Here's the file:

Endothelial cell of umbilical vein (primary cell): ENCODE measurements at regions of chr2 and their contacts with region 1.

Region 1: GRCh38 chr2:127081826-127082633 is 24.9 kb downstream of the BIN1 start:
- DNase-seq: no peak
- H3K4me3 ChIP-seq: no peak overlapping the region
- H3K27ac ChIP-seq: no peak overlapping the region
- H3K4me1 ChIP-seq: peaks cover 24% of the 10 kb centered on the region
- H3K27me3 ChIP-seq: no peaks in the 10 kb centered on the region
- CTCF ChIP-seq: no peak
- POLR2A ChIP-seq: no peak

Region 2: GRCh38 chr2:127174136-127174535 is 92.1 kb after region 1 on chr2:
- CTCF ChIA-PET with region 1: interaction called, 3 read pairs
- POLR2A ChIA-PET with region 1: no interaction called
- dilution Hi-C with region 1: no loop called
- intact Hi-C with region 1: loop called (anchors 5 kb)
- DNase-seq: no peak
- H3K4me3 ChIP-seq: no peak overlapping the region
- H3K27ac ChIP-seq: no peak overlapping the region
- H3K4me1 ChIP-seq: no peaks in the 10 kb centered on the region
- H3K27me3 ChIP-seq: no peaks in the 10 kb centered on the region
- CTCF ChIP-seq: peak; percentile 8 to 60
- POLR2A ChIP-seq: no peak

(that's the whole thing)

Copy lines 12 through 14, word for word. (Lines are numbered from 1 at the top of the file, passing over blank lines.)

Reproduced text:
- POLR2A ChIA-PET with region 1: no interaction called
- dilution Hi-C with region 1: no loop called
- intact Hi-C with region 1: loop called (anchors 5 kb)